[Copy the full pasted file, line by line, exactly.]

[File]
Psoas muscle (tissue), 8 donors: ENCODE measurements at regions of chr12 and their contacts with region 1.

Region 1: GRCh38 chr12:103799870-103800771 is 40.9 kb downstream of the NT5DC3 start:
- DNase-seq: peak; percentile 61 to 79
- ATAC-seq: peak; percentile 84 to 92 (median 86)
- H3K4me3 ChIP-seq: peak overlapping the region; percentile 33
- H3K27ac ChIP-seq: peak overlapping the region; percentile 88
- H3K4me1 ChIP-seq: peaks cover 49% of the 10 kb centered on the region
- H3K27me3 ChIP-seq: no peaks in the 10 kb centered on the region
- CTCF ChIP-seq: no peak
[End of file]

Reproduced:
Psoas muscle (tissue), 8 donors: ENCODE measurements at regions of chr12 and their contacts with region 1.

Region 1: GRCh38 chr12:103799870-103800771 is 40.9 kb downstream of the NT5DC3 start:
- DNase-seq: peak; percentile 61 to 79
- ATAC-seq: peak; percentile 84 to 92 (median 86)
- H3K4me3 ChIP-seq: peak overlapping the region; percentile 33
- H3K27ac ChIP-seq: peak overlapping the region; percentile 88
- H3K4me1 ChIP-seq: peaks cover 49% of the 10 kb centered on the region
- H3K27me3 ChIP-seq: no peaks in the 10 kb centered on the region
- CTCF ChIP-seq: no peak